A staggering 16 million soldiers returned home from World War II, and millions of them went to school. Because GI Bill benefits were generous enough to pay for any college in the country, veterans flooded all types of institutions, from elite schools like Harvard to large state schools, to vocational schools. By 1947, half of all college students in America were veterans.
  • 09.03.15

    The front lines of the long journey home

    Colleges and universities have become the front lines of one of the great challenges posed by war: how to reintegrate the people who've served.
  • 09.03.15

    The GI Bill: One of the last great economic ladders?

    The Post-9/11 GI Bill was supposed to change where veterans could go to college by giving them more money, and, therefore, more options. But since the new bill went into effect in 2009, the percentage of veterans enrolling at four-year public and private nonprofit schools has barely budged.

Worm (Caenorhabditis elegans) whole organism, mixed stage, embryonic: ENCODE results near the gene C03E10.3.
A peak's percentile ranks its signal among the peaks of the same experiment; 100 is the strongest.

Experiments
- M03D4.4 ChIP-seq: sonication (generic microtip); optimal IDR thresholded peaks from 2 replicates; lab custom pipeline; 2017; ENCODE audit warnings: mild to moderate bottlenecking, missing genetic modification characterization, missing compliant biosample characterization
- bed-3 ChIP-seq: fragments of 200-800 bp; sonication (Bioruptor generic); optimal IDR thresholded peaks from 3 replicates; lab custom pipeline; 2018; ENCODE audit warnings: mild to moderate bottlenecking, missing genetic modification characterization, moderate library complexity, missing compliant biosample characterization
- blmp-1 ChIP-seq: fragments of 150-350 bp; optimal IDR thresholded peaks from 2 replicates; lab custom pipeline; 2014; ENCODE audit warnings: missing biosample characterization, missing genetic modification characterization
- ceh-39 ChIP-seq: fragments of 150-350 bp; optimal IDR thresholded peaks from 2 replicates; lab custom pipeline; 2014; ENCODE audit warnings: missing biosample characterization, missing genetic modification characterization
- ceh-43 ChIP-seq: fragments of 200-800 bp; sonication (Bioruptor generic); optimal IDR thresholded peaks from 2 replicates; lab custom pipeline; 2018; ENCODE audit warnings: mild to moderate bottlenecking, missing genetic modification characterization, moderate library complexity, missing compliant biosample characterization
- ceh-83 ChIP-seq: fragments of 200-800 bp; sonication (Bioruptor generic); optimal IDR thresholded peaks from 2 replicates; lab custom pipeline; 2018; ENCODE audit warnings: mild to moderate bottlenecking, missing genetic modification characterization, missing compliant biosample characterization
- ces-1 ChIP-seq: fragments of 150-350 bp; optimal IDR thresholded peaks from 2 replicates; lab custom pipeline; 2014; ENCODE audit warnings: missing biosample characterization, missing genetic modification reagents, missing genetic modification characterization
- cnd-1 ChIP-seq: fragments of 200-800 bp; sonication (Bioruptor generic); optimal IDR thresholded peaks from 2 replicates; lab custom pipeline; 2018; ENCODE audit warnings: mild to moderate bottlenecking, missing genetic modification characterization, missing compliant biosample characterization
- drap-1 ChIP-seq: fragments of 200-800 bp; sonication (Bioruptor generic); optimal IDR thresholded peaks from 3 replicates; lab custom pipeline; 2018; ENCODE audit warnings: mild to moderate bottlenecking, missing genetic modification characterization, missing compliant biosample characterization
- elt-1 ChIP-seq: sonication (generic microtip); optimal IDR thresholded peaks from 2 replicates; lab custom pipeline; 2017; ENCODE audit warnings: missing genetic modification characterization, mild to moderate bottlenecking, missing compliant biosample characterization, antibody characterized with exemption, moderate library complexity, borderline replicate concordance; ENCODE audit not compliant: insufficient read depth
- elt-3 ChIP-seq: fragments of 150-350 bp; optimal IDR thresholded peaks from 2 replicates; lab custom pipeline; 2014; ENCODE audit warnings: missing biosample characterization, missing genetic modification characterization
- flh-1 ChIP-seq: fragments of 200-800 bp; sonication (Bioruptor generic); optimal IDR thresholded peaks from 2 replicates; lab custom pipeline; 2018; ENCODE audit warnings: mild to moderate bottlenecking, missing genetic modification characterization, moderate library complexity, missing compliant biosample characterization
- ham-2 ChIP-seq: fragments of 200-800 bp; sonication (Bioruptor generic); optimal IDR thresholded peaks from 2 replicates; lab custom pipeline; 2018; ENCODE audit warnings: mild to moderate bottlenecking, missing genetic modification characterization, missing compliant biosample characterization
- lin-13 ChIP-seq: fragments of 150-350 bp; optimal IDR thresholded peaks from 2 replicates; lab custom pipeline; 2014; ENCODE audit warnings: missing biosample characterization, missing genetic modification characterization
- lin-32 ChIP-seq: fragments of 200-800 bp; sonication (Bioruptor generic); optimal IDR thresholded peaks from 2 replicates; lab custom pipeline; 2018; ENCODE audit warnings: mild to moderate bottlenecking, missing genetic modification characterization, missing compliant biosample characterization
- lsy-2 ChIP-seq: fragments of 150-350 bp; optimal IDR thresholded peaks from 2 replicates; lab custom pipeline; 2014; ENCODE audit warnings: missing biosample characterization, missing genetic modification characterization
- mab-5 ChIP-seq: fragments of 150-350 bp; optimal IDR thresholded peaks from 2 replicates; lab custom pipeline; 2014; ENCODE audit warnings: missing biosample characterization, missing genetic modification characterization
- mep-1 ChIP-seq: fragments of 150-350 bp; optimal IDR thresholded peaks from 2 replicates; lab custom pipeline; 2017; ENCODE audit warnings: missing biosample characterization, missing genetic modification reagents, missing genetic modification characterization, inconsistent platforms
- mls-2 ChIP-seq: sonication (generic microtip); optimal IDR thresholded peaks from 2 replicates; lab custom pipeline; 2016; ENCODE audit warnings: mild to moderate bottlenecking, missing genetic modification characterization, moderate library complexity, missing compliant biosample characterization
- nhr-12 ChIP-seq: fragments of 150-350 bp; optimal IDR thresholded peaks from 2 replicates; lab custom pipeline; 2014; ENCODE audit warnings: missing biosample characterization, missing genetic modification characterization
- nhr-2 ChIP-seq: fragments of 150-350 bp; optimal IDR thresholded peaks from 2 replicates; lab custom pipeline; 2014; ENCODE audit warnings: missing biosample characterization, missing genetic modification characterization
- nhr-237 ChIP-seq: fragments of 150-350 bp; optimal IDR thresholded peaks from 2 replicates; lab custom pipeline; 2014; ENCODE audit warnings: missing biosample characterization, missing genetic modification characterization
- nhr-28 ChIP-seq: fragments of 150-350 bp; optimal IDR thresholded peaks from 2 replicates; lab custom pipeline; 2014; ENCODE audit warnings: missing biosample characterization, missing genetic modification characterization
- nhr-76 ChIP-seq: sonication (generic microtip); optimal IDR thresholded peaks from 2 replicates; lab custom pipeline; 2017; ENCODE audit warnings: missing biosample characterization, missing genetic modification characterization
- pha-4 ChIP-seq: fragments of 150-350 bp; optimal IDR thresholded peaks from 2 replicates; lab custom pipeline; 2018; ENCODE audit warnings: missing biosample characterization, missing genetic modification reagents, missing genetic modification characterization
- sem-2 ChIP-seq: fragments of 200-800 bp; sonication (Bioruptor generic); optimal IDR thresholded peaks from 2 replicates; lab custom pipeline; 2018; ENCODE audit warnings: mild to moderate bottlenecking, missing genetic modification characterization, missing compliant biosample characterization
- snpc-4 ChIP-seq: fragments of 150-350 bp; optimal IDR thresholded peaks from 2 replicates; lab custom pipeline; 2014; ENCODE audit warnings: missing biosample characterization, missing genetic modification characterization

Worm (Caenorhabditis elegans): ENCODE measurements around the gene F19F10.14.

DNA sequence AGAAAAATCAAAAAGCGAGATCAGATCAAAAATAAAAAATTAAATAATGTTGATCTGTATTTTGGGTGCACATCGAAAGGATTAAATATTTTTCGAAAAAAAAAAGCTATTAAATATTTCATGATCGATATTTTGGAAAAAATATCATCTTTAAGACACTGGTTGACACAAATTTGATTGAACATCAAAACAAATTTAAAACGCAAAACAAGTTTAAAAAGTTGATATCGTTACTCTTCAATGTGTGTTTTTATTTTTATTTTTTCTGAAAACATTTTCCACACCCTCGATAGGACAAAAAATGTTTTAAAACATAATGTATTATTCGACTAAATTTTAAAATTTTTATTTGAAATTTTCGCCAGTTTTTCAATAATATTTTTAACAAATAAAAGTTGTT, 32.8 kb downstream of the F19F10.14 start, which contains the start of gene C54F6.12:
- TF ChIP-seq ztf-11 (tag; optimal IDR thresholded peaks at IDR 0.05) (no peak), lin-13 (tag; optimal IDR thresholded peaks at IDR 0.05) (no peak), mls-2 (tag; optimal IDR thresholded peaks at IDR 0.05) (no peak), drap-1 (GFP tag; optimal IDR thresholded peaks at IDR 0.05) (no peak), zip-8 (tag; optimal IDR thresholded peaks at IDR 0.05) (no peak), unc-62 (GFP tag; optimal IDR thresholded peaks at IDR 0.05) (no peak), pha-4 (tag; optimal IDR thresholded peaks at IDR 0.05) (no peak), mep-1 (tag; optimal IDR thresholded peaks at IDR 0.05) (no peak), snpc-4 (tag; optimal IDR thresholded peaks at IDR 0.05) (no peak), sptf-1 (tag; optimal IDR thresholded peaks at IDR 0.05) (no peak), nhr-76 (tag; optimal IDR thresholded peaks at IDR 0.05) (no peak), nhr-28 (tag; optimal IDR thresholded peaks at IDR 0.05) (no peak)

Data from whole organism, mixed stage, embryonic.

• 08.27.15

    A different approach to teacher learning: Lesson study

    In the United States, we tend to think that improving education is about improving teachers - recruiting better ones, firing bad ones. But the Japanese think about improving teaching. It's a very different idea.

Back to The Data

Trips by*

Steve Patterson


Total cost of 16 trips: $14,099.38


Trips traveled under the office of Jim Bunning

Destination: MIAMI, FLORIDA
Sponsor: Health and Life Organization
Purpose: SPEAK ON FINANCIAL MODERNIZATION PANEL AT HALO'S LEGISLATIVE CONFERENCE
Date: Dec 2, 1999 (3 days)